Update: The BATFE filed its Final Rule on stabilizing braces in the Federal Register on January 31, 2023. Per the ATF.gov website, that means, “Any weapons with ‘stabilizing braces’ or similar attachments that constitute rifles under the NFA must be registered no later than May 31, 2023; or the short barrel removed and a 16-inch or longer rifle barrel attached to the firearm; or permanently remove and dispose of, or alter, the ‘stabilizing brace’ such that it cannot be reattached; or the firearm is turned in to your local ATF office. Or the firearm is destroyed.” See last month’s Downrange column for more details on this stabilizer-brace rule.
- In Florida, House Bill 543 strengthens the right to self defense in the state by recognizing the right of any law-abiding adult who is at least 21 years old and legally eligible to obtain a carry permit, to carry a handgun without first having to obtain government permission. Per the NRA, “This ensures that citizens have their right to self-defense without red tape, delays, or fees. It does not change who is eligible to obtain a carry permit. It also does not affect previously issued permits, and allows citizens who still wish to obtain a permit in order to carry in other states recognizing Florida’s permits, to do so.” If it goes forward to fruition, Florida would become the 26th state to have permit-less carry. It’s only one more than having 25 other states with similar laws, yes, but getting over the hump and being able to say, “And a majority of the states in the union have permit-less carry” is a big deal.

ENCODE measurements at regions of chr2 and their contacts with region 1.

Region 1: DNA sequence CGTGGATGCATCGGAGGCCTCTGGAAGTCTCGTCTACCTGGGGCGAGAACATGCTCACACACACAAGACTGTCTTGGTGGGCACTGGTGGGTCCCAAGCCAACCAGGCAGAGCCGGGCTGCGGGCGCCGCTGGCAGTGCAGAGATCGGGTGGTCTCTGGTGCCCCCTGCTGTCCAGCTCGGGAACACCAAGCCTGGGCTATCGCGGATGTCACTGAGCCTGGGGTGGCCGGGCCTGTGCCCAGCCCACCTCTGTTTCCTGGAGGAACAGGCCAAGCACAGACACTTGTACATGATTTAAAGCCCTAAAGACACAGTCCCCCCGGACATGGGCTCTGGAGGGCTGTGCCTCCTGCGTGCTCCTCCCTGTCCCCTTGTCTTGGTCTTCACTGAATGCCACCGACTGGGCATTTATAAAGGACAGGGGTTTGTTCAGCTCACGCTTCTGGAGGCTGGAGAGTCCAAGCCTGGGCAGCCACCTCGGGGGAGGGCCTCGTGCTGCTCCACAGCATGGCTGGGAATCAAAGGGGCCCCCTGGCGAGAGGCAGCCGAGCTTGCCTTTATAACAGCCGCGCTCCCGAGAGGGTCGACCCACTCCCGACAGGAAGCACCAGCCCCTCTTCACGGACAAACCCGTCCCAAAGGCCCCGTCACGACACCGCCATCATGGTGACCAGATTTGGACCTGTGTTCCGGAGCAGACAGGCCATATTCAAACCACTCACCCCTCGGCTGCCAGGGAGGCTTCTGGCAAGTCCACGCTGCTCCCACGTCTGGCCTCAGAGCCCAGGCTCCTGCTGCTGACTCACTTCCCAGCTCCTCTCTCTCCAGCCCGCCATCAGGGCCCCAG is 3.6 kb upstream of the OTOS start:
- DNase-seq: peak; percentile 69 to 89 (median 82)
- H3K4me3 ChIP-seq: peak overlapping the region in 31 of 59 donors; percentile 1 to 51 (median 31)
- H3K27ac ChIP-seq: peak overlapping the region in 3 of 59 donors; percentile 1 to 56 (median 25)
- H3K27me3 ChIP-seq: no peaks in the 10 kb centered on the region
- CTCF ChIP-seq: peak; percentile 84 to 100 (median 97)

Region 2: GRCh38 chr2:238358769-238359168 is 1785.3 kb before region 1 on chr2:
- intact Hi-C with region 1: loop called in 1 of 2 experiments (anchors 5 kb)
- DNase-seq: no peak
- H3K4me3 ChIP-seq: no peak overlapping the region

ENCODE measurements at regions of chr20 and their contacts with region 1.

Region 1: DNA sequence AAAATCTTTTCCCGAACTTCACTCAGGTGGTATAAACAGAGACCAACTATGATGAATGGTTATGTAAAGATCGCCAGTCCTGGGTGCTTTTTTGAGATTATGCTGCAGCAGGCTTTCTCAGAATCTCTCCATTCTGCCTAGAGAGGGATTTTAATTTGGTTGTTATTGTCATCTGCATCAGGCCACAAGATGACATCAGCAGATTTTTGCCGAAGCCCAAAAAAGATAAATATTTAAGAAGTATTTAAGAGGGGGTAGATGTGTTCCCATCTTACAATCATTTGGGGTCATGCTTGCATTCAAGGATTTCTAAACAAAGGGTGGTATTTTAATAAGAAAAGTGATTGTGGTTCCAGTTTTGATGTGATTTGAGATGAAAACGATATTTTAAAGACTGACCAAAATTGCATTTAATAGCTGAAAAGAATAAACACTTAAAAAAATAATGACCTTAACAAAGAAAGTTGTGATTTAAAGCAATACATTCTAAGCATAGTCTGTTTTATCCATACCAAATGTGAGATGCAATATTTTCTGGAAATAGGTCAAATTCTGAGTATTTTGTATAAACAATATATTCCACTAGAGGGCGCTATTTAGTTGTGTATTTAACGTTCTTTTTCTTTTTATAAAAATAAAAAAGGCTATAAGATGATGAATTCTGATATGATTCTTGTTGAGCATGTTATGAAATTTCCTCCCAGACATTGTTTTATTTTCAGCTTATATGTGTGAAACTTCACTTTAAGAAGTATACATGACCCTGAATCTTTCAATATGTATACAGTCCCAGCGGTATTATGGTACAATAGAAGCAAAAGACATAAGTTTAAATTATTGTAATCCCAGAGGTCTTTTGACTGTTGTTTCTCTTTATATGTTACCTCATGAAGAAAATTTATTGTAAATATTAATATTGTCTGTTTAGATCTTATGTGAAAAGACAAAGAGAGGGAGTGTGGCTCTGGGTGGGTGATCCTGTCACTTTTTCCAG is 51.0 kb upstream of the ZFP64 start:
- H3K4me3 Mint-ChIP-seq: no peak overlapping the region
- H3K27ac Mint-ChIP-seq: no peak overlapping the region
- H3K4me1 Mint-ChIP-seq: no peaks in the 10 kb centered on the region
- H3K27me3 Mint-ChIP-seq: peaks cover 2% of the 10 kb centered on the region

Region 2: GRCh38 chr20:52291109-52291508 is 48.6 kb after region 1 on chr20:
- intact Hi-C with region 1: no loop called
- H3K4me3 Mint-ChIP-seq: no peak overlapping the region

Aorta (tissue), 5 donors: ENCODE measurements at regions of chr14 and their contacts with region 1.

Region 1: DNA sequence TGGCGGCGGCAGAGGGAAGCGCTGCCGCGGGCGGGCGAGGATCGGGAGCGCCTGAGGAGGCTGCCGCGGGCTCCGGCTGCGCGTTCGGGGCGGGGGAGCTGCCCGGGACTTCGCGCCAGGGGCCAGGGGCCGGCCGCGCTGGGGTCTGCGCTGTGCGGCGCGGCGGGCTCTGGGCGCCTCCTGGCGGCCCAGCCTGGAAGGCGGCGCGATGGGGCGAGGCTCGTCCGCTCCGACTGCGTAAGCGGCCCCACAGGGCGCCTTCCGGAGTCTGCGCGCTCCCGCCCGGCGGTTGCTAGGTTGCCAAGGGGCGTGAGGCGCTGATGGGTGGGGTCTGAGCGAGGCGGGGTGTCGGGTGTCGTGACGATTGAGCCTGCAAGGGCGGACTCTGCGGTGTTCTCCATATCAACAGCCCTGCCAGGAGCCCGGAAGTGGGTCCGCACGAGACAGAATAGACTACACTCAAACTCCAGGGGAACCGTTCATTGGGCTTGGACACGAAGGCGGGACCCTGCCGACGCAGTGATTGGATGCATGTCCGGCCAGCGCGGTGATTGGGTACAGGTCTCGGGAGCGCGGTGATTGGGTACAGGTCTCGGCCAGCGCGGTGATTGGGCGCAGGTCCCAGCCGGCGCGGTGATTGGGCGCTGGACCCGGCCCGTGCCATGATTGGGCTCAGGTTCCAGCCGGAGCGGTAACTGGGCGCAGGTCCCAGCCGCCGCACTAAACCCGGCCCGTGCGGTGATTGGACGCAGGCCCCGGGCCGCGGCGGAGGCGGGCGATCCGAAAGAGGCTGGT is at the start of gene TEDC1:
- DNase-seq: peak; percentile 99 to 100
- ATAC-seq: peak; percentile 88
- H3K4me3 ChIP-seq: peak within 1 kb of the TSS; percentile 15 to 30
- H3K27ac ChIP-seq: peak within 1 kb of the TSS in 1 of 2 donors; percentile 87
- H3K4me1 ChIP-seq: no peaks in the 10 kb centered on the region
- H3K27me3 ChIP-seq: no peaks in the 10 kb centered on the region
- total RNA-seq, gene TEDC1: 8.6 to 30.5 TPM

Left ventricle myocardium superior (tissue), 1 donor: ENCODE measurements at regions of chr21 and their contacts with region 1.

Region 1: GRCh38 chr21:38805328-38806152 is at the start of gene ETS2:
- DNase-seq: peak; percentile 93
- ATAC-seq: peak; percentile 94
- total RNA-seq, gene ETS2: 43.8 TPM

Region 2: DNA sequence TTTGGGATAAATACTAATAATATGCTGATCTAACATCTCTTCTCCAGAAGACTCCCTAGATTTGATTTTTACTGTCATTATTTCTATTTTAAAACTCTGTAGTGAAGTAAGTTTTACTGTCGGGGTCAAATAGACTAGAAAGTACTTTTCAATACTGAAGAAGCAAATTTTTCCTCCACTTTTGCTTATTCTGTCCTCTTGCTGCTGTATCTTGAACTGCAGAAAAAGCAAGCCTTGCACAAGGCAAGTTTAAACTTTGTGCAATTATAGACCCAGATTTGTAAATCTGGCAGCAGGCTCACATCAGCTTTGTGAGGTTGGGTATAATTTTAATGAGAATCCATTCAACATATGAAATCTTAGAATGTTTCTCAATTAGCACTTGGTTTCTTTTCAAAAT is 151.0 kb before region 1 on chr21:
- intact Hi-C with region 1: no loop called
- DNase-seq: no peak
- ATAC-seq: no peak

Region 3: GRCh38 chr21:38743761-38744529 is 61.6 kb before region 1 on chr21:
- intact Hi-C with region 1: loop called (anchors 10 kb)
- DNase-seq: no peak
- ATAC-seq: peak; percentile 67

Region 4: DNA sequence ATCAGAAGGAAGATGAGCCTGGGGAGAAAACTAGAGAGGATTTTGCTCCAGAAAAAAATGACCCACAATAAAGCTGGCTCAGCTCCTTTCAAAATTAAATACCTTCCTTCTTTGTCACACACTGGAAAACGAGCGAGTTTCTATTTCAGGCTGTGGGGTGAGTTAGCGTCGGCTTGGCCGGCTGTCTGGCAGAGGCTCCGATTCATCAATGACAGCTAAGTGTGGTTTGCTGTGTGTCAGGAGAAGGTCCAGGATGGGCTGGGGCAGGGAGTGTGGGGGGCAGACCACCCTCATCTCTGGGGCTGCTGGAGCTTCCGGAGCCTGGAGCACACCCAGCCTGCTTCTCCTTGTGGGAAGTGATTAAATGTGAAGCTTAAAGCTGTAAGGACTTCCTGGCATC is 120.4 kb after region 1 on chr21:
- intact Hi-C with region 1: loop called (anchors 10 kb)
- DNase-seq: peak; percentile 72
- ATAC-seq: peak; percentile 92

- President Biden has demanded that Congress renew the Assault Weapons Ban, the failed measure he backed in 1994 and that President Bill Clinton signed into law, banning the sale of Modern Sporting Rifles (MSRs). That ban expired in 2004, and the semiautomatic rifle has since become the most-popular centerfire rifle in America — with more than 24.4 million in circulation today.
With that many MSRs being in our hands, it should come as no surprise that more than half the country doesn’t want a new ban on AR-15s, according to a recent poll by ABC News/Washington Post. Respondents to that poll released just before President Biden’s State of the Union speech showed that 51 percent surveyed oppose any such ban. That’s a 10-point increase from 2019, when the same question was asked. Just 47 percent of those responding — a 9-point drop — voiced support for banning MSRs, the second-lowest percentage reported since the question was polled starting in 1995.
Again, this is just a bare majority of people who don’t want an AR ban, but it is a majority. That, too, is a big deal. Politicians get skittish when majorities don’t like things they propose.